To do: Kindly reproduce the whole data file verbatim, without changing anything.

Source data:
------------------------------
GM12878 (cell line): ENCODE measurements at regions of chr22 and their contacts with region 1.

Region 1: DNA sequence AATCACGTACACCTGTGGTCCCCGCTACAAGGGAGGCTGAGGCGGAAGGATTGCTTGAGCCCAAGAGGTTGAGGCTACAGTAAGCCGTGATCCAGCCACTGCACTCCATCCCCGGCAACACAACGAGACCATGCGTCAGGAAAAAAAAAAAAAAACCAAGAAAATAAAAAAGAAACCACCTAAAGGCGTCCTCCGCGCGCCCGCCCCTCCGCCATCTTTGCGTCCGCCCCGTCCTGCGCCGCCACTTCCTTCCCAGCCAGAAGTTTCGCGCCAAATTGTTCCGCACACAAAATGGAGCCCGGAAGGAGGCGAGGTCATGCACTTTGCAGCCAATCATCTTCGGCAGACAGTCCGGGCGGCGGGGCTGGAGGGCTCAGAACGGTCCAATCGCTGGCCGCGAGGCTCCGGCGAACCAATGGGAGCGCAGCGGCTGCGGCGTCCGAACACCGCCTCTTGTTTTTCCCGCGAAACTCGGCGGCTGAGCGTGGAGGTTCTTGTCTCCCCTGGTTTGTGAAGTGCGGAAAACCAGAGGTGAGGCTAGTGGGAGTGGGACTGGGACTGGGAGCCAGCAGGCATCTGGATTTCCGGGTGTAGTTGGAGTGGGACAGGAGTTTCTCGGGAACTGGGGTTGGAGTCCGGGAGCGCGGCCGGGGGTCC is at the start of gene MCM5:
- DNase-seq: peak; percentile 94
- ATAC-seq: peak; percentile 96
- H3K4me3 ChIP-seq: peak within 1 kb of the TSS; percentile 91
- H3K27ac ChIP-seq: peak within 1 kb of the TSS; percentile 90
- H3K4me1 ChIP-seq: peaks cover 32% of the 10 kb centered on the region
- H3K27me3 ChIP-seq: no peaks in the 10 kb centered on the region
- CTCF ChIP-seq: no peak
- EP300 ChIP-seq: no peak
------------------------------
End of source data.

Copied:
GM12878 (cell line): ENCODE measurements at regions of chr22 and their contacts with region 1.

Region 1: DNA sequence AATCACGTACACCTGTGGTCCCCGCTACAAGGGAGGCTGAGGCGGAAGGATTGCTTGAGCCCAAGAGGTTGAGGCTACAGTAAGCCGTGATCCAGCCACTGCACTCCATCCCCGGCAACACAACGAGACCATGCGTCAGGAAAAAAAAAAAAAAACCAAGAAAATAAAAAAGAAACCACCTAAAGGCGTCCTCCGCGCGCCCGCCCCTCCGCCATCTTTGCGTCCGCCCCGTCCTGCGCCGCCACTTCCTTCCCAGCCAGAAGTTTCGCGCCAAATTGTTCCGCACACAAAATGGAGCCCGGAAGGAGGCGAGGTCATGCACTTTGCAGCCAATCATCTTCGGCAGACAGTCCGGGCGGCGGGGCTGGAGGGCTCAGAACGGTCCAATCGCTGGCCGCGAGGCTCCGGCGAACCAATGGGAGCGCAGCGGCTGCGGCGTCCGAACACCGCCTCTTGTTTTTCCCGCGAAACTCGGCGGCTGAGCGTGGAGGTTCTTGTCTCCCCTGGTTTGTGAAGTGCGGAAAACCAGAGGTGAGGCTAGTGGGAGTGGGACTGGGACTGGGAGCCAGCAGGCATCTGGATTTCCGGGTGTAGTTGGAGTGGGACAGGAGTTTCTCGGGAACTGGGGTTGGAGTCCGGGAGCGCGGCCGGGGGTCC is at the start of gene MCM5:
- DNase-seq: peak; percentile 94
- ATAC-seq: peak; percentile 96
- H3K4me3 ChIP-seq: peak within 1 kb of the TSS; percentile 91
- H3K27ac ChIP-seq: peak within 1 kb of the TSS; percentile 90
- H3K4me1 ChIP-seq: peaks cover 32% of the 10 kb centered on the region
- H3K27me3 ChIP-seq: no peaks in the 10 kb centered on the region
- CTCF ChIP-seq: no peak
- EP300 ChIP-seq: no peak